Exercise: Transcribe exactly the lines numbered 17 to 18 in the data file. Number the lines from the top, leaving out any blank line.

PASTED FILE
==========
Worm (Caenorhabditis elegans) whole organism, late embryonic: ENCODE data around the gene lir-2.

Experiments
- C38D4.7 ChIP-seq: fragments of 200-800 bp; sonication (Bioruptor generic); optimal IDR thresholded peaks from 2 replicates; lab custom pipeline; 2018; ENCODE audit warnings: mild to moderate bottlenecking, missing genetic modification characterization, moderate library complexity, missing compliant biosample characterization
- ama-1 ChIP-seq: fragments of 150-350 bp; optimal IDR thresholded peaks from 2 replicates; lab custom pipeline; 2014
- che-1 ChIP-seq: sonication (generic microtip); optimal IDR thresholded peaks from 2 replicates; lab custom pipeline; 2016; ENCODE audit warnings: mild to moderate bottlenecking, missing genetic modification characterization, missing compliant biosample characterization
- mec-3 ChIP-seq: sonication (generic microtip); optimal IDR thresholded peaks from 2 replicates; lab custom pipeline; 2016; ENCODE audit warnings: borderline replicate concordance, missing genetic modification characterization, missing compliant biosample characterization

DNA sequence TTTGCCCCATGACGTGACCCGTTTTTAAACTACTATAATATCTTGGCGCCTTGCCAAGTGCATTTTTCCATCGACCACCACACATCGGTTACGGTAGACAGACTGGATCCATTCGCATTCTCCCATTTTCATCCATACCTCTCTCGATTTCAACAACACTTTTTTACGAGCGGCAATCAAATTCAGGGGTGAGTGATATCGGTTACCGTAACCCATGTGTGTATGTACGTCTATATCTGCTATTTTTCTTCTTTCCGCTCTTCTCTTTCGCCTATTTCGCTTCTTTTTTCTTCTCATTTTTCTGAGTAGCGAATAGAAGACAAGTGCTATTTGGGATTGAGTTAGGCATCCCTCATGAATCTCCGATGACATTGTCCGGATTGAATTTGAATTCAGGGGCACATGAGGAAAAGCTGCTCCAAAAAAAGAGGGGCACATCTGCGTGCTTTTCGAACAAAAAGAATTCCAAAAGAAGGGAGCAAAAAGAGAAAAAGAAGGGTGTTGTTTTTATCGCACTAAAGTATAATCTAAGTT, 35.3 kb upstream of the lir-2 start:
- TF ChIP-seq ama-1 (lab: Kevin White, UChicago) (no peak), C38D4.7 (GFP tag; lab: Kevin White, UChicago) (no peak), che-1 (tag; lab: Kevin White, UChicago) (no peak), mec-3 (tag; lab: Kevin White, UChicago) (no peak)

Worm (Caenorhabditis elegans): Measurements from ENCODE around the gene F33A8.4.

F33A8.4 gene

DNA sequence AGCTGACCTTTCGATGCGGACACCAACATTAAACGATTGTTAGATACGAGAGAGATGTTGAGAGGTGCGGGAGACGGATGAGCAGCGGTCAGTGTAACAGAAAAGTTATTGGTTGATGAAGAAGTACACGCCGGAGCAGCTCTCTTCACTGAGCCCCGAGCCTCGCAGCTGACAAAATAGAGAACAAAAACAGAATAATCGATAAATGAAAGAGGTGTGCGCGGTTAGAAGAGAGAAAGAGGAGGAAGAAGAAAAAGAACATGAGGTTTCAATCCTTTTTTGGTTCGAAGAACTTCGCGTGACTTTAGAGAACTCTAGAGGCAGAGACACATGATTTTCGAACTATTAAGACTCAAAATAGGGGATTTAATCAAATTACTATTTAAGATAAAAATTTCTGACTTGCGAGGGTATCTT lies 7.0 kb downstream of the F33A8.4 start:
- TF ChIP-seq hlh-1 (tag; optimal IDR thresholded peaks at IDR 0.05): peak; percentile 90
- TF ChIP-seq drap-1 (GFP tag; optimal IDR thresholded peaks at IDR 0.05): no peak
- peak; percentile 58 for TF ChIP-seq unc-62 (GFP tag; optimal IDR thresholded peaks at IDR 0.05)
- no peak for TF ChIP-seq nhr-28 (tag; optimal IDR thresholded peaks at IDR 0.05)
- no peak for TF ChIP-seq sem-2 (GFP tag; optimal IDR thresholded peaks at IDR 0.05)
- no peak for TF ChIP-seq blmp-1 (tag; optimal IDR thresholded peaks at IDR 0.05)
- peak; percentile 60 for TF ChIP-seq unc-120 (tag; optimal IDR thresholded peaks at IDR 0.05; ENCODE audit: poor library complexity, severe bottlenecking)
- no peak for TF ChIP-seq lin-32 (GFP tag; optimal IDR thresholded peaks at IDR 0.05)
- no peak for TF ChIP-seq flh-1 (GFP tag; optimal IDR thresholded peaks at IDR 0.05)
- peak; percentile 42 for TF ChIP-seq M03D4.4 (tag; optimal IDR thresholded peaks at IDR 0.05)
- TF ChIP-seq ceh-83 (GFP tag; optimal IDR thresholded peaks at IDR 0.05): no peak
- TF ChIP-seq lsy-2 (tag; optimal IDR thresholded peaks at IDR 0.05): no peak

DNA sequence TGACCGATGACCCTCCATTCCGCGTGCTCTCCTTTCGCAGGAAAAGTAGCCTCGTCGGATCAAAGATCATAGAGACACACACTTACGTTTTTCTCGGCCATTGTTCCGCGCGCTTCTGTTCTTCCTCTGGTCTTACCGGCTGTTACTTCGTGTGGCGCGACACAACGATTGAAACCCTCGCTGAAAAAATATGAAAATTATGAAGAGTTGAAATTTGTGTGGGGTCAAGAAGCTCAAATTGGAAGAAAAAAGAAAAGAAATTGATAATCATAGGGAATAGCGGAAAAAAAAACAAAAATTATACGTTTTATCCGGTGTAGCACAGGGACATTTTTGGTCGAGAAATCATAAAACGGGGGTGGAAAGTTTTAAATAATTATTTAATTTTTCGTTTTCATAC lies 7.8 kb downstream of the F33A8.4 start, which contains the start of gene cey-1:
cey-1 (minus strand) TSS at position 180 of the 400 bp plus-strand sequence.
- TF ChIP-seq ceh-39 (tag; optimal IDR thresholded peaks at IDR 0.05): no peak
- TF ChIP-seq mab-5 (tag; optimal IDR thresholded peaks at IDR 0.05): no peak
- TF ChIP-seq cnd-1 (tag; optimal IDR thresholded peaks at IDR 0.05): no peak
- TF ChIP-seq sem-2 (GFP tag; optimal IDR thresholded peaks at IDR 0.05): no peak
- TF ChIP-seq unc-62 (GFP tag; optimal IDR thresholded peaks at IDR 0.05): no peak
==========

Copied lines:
- no peak for TF ChIP-seq blmp-1 (tag; optimal IDR thresholded peaks at IDR 0.05)
- peak; percentile 60 for TF ChIP-seq unc-120 (tag; optimal IDR thresholded peaks at IDR 0.05; ENCODE audit: poor library complexity, severe bottlenecking)